Outside its cult following, the Workshop is still largely known for Doctor Who--not just the hair-raising theme tune but the array of sound effects that made the show so creepy, from spooky winds evoking the poisonous atmospheres of alien planets to the grotesque squelchy sounds of a glowing- green slime monster crawling up Sarah Jane Smith's leg. But Doctor Who represented just a fraction of the outfit's output, which included effects and ambiences for radio plays, TV series and educational programming, countless jingles and theme tunes, and a large number of large-scale productions initiated by the Radiophonic Workshop itself.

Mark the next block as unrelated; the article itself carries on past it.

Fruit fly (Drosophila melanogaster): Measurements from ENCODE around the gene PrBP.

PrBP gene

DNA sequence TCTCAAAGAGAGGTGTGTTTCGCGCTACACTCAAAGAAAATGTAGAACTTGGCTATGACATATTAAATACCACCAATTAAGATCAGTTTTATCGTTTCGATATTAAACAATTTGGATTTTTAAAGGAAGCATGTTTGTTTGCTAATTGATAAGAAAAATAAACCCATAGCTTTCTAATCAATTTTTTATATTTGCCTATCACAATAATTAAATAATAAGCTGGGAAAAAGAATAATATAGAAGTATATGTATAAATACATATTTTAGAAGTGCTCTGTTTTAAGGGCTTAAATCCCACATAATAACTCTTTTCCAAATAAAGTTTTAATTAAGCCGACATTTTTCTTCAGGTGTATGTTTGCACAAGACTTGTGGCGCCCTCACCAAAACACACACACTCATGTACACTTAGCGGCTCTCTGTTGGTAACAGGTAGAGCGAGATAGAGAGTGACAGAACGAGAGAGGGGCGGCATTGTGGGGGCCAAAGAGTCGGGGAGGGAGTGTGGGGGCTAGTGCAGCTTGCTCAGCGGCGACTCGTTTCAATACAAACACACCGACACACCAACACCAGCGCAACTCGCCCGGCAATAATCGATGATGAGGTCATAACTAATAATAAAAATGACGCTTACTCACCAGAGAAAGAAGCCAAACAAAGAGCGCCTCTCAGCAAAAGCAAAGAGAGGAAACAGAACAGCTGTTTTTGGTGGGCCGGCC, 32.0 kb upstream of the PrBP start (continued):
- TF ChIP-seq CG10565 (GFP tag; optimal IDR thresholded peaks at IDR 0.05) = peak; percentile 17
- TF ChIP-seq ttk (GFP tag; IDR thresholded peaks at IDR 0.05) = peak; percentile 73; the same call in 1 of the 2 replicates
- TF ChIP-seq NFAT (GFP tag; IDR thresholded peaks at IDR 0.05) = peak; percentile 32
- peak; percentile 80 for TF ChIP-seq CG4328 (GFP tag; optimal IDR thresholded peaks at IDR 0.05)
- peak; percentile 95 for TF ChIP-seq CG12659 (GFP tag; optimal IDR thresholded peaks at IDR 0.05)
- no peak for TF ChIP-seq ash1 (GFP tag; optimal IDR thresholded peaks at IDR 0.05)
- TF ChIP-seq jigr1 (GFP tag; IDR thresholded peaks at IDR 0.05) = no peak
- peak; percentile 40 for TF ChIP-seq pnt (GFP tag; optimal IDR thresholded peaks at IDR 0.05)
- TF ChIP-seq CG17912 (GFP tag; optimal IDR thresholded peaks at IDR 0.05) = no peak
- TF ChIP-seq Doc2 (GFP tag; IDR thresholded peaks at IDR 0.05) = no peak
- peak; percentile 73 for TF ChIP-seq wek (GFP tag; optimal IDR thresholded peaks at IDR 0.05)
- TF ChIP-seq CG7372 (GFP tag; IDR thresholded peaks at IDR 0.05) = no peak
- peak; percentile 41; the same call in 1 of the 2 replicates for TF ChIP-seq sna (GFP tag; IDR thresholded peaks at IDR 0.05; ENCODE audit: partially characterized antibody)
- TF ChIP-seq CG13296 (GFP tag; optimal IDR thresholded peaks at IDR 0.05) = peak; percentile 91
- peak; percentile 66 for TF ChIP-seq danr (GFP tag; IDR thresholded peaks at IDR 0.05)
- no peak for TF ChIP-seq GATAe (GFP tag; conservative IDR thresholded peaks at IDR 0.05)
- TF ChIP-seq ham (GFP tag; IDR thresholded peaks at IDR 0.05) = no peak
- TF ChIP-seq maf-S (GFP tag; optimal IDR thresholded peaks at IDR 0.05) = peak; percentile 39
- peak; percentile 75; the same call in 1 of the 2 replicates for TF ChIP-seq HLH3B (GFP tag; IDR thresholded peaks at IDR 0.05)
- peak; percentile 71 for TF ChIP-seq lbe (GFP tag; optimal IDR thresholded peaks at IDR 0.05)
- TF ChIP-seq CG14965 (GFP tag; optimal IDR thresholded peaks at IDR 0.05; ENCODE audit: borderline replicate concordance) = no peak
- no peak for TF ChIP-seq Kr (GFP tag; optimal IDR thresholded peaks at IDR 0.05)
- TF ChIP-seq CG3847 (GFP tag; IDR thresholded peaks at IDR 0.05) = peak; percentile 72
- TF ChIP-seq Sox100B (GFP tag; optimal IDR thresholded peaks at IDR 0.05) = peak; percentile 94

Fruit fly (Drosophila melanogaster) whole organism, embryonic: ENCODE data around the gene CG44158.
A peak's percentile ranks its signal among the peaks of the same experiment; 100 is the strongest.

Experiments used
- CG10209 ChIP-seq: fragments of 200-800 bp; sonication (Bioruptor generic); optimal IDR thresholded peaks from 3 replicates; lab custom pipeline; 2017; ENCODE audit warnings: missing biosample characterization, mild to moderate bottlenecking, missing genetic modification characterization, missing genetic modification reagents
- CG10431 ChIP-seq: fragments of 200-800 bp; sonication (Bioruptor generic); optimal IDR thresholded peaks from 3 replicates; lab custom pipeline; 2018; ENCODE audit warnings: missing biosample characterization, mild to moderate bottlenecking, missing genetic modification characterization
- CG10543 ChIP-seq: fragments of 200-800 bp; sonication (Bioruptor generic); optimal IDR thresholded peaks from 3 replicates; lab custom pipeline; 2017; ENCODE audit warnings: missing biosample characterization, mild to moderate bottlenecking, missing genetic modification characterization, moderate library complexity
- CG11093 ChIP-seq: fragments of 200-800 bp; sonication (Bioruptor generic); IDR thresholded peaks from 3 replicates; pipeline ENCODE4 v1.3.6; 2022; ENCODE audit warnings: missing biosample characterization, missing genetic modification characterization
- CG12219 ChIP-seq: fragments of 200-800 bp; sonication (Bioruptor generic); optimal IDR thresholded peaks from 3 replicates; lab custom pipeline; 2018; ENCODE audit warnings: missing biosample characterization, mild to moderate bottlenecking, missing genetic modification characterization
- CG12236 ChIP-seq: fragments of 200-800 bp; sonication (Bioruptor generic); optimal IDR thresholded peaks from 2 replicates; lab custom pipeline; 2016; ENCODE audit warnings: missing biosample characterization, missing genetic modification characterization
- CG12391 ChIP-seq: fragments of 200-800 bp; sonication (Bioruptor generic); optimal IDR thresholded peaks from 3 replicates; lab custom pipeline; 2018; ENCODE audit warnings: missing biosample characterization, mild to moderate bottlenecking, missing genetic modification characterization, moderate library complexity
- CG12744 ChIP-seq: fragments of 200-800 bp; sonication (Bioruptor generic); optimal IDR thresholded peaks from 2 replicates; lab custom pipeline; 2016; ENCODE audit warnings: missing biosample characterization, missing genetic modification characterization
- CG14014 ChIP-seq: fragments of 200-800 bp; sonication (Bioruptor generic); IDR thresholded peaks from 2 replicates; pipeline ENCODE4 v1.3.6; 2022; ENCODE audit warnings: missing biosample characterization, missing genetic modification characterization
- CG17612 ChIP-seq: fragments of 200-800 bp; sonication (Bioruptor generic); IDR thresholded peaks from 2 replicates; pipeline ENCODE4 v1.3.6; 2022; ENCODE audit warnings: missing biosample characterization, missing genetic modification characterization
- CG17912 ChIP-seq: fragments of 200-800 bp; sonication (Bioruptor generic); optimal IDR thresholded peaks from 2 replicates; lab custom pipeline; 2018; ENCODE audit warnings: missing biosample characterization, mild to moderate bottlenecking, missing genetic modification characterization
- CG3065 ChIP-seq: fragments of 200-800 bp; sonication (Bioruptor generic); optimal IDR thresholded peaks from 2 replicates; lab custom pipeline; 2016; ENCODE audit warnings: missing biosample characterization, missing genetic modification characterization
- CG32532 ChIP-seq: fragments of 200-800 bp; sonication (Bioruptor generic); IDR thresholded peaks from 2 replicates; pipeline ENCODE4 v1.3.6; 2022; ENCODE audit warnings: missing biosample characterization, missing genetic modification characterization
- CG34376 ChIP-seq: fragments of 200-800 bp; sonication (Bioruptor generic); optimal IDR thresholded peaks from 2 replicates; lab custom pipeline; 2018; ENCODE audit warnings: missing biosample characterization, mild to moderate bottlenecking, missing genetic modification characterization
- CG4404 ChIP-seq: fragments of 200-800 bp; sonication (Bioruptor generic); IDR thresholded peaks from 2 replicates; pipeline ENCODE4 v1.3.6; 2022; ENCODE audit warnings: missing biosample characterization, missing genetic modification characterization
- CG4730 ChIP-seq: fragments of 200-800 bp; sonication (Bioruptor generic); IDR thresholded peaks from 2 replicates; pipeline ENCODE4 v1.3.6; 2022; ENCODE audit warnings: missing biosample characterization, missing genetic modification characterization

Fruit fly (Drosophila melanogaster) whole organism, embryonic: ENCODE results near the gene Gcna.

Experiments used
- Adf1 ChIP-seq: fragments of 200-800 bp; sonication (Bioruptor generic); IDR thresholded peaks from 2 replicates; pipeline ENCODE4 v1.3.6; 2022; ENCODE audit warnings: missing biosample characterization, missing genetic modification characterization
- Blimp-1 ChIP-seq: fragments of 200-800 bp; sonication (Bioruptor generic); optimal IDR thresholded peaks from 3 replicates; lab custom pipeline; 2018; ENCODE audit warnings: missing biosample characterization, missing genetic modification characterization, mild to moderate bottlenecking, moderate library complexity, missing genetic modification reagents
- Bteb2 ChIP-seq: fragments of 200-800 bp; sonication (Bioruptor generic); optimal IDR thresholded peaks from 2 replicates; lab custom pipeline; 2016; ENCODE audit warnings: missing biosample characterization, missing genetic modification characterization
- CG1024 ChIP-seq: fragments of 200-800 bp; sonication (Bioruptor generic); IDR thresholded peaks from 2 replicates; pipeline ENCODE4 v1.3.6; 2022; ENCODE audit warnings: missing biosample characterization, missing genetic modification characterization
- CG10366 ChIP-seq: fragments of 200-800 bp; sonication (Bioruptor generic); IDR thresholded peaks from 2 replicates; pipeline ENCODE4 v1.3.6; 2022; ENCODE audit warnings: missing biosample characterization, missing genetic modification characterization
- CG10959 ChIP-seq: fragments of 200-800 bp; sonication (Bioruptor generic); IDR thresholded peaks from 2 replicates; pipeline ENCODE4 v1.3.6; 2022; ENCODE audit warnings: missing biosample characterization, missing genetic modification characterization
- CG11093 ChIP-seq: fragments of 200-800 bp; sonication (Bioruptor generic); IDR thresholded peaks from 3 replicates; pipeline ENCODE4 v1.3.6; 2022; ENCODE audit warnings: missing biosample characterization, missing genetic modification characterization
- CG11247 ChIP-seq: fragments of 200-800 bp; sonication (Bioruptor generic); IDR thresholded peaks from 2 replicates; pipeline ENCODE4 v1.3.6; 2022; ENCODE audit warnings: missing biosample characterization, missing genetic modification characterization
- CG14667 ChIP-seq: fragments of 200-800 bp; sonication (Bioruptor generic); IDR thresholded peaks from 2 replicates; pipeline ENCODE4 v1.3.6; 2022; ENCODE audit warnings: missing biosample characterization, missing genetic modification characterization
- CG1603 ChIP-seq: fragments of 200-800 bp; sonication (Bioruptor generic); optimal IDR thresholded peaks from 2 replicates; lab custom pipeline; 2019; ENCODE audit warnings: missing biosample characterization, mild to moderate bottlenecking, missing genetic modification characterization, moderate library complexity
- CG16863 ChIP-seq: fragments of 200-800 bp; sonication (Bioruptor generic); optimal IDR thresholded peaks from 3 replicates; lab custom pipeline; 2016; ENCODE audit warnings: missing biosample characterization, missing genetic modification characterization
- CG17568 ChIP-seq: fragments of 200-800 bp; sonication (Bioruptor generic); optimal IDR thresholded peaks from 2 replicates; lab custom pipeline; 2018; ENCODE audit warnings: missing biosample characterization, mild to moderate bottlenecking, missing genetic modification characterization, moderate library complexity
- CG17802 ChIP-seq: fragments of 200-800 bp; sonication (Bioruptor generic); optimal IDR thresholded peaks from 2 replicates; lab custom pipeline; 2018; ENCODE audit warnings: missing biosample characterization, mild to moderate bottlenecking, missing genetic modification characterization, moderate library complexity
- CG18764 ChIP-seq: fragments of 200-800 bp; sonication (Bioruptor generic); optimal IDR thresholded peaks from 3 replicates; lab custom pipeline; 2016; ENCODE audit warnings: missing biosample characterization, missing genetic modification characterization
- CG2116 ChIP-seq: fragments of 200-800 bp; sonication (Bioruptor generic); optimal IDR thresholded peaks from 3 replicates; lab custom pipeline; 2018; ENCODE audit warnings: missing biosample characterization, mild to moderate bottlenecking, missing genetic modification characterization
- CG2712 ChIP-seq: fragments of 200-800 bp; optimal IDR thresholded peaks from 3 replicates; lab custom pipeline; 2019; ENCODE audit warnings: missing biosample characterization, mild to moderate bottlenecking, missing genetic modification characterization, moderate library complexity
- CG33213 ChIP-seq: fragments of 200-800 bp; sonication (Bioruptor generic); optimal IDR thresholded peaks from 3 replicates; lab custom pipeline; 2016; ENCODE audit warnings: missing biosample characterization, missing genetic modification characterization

Especially through its contributions to schools programmes, the Radiophonic Workshop filtered into the collective unconscious of young Britons during the Sixties and Seventies. "We were part of your life," agrees Brian Hodgson, who created "special sound" for Doctor Who for its first eleven years--including "classics" such as the Tardis taking off and the voice of the Daleks--and later took over as manager of the Workshop after its original co-founder Desmond Briscoe retired. "It probably opened the ears of a whole generation of youngsters, exciting their imaginations and making them want to do the sort of things we were doing. " Indeed the Workshop's subliminal influence could well be one reason why the U.K. has played such a vanguard role in the rise of electronic music from Eighties synthpop to Nineties techno-rave.